- Matthew DeBord/BI
- AAA released a study showing that 8 of 10 men think they’re above-average drivers.
- However, 90% of accidents are caused by human error.
- More self-driving cars will likely change this and force drivers to deal with their actual skill levels.
Americans think they’re great drivers – and that could be holding back self-driving cars.
AAA just released a study showing that autonomous vehicles are gaining in acceptance. But that shift comes with an asterisk: an over-estimation of superior driving skills indicates that motorists are having a tough time facing up to reality.
“Although fears of self-driving vehicles appear to be easing, US drivers report high confidence in their own driving abilities,” AAA said in a statement.
“Despite the fact that more than 90% of crashes involve human error, three-quarters (73 percent) of US drivers consider themselves better-than-average drivers. Men, in particular, are confident in their driving skills with 8 in 10 considering their driving skills better than average.”
I’ve been driving for over 30 years, and I can argue with conviction that my male driving skills are no better than average. As a practical matter, this means I’m a safe and careful driver, always staying within my limits.
But as an auto journalist, I’m both exposed to a wide range to different vehicles (all the more reason to be careful and stay within limits) and have received professional driving instruction. The more cars I drive and the more I learn about driving from the pros, the lower I rate my own talents behind the wheel.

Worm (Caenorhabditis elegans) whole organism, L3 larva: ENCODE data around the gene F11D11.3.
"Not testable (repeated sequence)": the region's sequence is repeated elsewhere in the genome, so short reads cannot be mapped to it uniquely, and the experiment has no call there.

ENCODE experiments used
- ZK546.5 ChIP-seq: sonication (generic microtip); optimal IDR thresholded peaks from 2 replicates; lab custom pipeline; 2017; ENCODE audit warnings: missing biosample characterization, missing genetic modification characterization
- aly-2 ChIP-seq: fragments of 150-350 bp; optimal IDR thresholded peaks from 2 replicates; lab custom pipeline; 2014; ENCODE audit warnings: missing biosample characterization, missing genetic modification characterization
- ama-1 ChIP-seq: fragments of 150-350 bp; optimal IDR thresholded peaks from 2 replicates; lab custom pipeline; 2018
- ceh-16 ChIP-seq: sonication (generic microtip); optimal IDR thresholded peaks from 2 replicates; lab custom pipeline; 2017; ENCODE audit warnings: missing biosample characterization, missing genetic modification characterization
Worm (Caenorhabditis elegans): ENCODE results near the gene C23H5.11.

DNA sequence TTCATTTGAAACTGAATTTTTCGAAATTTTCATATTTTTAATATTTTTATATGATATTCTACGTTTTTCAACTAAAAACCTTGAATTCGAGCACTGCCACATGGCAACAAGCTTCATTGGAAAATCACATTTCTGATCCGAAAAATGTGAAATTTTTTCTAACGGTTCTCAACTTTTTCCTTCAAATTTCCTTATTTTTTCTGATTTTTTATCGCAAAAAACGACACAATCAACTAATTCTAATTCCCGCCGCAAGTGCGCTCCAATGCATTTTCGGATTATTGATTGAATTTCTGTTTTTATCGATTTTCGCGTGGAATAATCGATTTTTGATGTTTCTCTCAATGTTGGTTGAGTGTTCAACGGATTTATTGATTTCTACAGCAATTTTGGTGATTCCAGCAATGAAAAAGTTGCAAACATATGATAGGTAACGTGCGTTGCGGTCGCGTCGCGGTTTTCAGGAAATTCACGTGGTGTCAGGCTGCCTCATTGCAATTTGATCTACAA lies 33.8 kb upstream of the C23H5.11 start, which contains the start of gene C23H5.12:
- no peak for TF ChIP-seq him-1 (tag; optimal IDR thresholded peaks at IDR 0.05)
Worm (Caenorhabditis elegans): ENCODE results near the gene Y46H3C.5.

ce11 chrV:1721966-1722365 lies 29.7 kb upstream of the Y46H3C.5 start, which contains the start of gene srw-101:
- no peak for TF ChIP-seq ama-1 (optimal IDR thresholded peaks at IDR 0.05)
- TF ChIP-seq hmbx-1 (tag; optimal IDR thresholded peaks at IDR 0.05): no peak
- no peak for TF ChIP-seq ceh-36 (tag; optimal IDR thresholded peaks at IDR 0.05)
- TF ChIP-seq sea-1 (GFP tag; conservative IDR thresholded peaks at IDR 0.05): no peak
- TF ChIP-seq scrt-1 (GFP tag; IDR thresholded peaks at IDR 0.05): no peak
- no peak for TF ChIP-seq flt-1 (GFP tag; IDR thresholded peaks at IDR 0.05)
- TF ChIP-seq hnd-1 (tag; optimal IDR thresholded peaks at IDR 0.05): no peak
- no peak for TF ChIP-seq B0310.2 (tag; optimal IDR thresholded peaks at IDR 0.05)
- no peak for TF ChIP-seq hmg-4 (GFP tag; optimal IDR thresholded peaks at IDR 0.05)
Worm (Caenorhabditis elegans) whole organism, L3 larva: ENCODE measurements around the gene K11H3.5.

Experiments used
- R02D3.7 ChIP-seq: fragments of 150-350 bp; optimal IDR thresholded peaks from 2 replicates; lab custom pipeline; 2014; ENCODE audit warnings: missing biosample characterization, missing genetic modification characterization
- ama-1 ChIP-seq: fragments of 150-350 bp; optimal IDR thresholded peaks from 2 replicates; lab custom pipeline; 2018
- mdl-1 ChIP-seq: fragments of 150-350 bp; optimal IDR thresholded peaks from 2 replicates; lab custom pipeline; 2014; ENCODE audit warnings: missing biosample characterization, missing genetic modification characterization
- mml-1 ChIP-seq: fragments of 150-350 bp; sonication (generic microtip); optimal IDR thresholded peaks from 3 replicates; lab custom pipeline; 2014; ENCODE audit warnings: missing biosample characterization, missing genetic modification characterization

If I’m at best a decent, experienced driver, there’s no way that 80% of my fellow male motorists have admirable skills. In fact, when I’m riding along with a great driver, I’m usefully humbled. It isn’t hard to be a competent driver, but it’s extremely difficult to be truly above average.
Overconfidence behind the wheel might never go away, but as more autonomous vehicles hit the road in the coming decades, statistics are going to win the day. Accident rates could plummet, to the point that as auto-industry veteran Bob Lutz recently pointed out, governments will decide that letting the human drive is far too risky.
“Now we are approaching the end of the line for the automobile because travel will be in standardized modules,” he wrote in Automotive News. “The end state will be the fully autonomous module with no capability for the driver to exercise command.”